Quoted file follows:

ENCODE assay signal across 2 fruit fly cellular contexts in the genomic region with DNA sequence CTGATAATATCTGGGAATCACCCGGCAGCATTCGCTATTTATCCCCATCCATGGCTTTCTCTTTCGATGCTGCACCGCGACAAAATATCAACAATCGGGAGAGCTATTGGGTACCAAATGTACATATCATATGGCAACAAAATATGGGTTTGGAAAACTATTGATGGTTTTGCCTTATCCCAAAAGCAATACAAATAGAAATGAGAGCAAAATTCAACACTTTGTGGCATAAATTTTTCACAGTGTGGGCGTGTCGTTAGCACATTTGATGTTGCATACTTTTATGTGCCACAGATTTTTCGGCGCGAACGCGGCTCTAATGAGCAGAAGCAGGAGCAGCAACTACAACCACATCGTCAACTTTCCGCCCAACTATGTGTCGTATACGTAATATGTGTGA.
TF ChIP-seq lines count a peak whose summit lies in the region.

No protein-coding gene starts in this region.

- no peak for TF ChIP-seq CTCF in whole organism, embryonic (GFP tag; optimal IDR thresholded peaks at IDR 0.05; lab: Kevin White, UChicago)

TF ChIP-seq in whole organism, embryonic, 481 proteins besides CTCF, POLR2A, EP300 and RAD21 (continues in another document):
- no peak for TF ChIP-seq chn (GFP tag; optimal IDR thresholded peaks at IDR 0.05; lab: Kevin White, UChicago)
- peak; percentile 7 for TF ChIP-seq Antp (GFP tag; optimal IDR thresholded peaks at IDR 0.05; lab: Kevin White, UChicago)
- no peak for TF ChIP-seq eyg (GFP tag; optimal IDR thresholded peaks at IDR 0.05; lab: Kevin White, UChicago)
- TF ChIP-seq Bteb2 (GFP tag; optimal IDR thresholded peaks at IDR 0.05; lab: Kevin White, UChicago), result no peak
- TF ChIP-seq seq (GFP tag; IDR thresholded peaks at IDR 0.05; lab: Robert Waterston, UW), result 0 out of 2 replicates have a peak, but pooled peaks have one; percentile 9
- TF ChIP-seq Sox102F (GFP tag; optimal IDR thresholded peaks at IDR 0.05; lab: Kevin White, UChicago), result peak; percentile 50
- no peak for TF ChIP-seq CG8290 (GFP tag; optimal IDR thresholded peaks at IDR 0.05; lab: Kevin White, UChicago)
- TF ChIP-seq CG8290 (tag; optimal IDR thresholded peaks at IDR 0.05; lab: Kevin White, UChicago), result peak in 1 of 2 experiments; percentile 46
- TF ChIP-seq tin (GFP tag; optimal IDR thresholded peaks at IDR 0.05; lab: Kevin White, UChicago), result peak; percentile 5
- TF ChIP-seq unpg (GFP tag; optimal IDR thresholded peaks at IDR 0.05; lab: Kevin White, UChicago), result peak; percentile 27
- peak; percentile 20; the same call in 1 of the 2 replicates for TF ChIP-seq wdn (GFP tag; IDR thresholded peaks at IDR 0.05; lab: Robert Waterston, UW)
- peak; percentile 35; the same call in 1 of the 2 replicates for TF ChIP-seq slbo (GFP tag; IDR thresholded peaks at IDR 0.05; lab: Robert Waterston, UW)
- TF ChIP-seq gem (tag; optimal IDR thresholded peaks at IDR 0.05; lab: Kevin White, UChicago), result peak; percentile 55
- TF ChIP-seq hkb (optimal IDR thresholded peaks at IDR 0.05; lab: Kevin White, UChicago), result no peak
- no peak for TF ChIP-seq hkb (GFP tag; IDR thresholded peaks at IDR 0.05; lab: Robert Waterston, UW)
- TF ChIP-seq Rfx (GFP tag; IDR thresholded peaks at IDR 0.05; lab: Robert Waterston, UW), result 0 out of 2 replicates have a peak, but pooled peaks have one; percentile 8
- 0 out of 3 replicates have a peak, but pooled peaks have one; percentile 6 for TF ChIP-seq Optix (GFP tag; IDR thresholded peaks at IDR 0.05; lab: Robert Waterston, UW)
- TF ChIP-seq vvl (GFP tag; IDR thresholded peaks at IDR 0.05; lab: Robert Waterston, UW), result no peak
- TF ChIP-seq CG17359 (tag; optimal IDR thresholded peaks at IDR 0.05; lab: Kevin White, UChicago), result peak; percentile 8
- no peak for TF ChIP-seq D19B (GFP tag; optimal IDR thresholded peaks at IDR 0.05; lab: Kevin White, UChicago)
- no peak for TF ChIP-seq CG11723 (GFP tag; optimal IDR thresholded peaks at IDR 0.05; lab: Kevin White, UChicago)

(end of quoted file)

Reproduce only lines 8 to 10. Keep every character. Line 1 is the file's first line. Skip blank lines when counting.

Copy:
- no peak for TF ChIP-seq eyg (GFP tag; optimal IDR thresholded peaks at IDR 0.05; lab: Kevin White, UChicago)
- TF ChIP-seq Bteb2 (GFP tag; optimal IDR thresholded peaks at IDR 0.05; lab: Kevin White, UChicago), result no peak
- TF ChIP-seq seq (GFP tag; IDR thresholded peaks at IDR 0.05; lab: Robert Waterston, UW), result 0 out of 2 replicates have a peak, but pooled peaks have one; percentile 9